Regarding "What came first – higher IQ or atheism? Unfortunately, that argument is disingenuous and intellectually lazy." Your point has no relation to the argument at hand. Regarding your comment about intellectually lazy--hardly intellectually lazy-when one considers 43 studies!
"Since higher education is advocating for atheism a great deal, those with higher IQ's, but not necessarily critical thinking skills that require questioning are being indoctrinated FOR atheism. "
Your comment reeks of generalization and inaccuracy. Neither the subjects of religion or atheism were ever brought up by a university employee (from my thesis advisor on down to the office assistants) during my PhD (or my BS for that matter). Critical thinking skills on the other hand were a necessity. Those without them washed out early.
"Since higher education is advocating for atheism a great deal, those with higher IQ's, but not necessarily critical thinking skills that require questioning are being indoctrinated FOR atheism. "
Your comment reeks of generalization and inaccuracy. Neither the subjects of religion or atheism were ever brought up by a university employee (from my thesis advisor on down to the office admins) during my PhD (or my BS for that matter). Critical thinking skills on the other hand were a necessity. Those without them washed out early.
"Since higher education is advocating for atheism a great deal, those with higher IQ's, but not necessarily critical thinking skills that require questioning are being indoctrinated FOR atheism. "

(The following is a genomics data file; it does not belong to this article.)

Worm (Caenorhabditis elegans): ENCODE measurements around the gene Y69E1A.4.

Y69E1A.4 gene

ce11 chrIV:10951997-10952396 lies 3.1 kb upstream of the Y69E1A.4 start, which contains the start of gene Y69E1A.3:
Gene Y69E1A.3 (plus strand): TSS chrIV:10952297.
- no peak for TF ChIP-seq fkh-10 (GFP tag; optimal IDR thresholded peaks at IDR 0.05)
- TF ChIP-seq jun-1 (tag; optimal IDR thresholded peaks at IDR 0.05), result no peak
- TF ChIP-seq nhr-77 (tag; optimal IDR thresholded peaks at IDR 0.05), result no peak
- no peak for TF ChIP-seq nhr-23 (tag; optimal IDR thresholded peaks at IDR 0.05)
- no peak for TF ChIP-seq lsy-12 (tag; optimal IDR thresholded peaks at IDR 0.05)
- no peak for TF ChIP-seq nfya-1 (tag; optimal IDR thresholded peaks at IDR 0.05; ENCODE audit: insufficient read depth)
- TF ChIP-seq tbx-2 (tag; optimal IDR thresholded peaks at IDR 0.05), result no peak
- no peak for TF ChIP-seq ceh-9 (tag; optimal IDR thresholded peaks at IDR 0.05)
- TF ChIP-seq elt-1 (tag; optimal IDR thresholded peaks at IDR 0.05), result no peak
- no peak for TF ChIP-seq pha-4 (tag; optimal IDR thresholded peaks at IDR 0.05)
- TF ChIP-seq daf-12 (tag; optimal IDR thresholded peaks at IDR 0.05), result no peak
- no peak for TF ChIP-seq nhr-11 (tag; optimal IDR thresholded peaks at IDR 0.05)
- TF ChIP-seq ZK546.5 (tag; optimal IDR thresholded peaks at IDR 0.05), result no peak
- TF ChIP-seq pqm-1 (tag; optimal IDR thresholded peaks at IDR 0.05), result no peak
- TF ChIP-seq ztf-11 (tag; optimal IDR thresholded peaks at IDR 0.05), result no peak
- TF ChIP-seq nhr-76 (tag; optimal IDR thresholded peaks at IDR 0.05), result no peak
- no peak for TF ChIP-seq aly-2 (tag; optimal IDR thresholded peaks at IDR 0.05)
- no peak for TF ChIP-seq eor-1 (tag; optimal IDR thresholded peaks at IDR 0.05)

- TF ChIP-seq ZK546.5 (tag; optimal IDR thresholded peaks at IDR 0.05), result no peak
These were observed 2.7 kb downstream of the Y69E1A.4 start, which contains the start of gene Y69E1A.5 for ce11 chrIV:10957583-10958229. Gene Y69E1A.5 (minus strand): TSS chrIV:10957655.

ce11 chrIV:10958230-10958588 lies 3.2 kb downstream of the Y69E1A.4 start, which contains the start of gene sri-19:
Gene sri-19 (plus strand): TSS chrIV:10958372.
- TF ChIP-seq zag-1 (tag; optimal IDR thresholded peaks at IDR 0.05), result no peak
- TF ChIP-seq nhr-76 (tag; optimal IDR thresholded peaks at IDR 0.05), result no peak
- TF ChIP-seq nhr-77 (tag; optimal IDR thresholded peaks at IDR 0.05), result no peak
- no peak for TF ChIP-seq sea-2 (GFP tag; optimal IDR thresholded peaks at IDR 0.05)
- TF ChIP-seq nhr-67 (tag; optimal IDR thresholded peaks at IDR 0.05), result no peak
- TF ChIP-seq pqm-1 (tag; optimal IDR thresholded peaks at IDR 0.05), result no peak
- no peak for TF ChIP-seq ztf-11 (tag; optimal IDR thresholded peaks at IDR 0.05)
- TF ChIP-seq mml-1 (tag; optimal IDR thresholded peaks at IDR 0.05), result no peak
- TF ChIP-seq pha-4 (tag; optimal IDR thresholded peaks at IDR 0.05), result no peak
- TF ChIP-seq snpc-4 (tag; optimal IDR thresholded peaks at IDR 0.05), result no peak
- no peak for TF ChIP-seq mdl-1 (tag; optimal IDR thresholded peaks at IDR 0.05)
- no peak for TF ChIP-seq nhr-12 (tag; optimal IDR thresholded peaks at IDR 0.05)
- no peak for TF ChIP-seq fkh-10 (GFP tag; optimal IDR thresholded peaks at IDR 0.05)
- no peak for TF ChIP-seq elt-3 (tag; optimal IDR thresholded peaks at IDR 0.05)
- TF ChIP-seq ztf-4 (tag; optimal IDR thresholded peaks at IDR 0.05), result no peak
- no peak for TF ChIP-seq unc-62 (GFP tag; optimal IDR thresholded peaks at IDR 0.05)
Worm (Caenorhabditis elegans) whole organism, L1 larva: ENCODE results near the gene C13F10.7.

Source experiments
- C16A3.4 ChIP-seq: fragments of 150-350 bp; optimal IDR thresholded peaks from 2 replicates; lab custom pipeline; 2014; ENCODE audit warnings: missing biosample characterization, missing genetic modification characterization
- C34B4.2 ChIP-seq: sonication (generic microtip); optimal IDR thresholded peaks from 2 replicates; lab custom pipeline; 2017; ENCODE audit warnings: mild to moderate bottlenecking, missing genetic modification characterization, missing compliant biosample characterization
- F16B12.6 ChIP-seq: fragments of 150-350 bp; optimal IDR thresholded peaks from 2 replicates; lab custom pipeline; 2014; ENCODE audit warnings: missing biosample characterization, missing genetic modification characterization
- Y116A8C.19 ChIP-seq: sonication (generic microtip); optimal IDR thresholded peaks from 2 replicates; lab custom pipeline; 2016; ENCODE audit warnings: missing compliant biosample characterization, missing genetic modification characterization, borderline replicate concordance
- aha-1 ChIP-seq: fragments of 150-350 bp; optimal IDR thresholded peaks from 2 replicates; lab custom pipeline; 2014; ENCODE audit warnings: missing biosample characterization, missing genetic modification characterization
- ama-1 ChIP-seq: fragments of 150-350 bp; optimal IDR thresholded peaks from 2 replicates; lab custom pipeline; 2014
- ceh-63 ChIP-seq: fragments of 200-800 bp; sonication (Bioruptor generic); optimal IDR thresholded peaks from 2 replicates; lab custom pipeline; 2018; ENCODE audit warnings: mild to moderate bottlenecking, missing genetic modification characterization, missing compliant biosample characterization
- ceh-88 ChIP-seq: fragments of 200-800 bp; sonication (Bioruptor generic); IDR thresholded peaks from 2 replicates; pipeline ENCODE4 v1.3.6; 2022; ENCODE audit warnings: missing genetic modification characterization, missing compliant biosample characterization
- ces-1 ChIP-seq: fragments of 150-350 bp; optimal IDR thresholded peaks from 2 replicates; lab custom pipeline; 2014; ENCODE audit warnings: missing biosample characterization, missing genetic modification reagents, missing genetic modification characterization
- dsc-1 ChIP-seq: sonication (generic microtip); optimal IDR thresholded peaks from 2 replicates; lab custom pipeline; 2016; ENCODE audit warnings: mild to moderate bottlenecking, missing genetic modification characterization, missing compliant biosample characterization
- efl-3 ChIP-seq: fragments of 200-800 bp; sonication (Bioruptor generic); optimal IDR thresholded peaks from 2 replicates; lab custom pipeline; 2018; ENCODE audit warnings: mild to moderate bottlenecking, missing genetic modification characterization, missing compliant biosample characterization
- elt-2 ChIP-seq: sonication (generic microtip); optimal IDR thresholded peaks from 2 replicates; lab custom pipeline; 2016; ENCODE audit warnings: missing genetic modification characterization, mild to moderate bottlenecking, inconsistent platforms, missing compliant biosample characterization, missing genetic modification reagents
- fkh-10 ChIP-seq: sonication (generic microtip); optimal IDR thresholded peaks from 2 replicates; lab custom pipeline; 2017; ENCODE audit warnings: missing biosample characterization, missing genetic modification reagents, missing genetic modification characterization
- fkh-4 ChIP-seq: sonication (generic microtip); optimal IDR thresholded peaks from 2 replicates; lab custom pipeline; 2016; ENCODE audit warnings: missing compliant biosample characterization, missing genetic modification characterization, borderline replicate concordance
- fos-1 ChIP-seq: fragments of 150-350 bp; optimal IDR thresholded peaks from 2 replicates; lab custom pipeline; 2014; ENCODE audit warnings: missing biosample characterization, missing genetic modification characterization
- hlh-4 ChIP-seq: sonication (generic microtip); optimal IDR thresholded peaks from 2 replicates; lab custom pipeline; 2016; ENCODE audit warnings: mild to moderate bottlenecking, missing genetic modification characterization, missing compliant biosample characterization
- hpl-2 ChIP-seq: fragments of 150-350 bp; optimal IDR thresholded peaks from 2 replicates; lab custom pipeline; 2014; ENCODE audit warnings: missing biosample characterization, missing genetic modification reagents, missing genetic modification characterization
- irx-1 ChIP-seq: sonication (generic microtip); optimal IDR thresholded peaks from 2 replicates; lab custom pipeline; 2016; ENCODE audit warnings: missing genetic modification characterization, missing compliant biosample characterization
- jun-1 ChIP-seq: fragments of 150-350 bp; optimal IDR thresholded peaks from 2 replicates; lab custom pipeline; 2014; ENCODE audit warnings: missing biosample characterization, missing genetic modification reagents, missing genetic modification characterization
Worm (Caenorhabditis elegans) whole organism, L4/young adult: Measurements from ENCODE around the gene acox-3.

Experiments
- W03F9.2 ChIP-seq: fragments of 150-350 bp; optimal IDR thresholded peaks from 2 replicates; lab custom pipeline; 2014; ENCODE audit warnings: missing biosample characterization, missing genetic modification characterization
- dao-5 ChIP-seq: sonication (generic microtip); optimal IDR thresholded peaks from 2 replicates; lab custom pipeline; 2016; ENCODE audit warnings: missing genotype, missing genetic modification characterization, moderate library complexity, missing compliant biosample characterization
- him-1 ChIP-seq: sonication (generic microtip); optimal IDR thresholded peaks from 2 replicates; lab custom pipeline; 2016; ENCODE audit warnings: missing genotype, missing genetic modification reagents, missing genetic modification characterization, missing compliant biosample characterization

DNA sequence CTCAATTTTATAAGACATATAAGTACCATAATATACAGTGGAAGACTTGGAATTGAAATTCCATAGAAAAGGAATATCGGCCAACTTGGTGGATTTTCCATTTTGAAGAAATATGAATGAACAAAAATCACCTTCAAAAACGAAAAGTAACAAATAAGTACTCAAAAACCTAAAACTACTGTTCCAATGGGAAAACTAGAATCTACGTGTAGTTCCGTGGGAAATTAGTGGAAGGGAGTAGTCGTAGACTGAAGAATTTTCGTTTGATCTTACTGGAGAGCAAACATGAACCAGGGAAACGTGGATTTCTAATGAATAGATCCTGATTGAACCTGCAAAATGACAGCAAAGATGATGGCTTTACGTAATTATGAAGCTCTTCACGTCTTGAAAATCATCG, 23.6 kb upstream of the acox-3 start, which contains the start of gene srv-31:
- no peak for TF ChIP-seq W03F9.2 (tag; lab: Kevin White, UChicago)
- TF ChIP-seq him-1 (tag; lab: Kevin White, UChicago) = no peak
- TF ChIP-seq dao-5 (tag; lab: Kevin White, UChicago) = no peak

Your comment reeks of generalization and inaccuracy. Neither the subjects of religion nor atheism were ever brought up by a university employee (from my thesis advisor on down to the office admins) during my PhD. Critical thinking skills on the other hand were a necessity. Those without them washed out early.
The IQ item is not even a consideration, other than the one with a higher IQ can more readily appreciate what God said and do what he wants done. If you are claiming you have a higher IQ, be ready to explain to God why you didn't use it. You were also given some level of desire to find God, if he is/was calling you, he will probably want to know what happened there too.... given these verses here:
Luk 12:46 The lord of that servant will come in a day when he looketh not for [him], and at an hour when he is not aware, and will cut him in sunder, and will appoint him his portion with the unbelievers. And that servant, which knew his lord's will, and prepared not [himself], neither did according to his will, shall be beaten with many [stripes]. But he that knew not, and did commit things worthy of stripes, shall be beaten with few [stripes]. For unto whomsoever much is given, of him shall be much required: and to whom men have committed much, of him they will ask the more.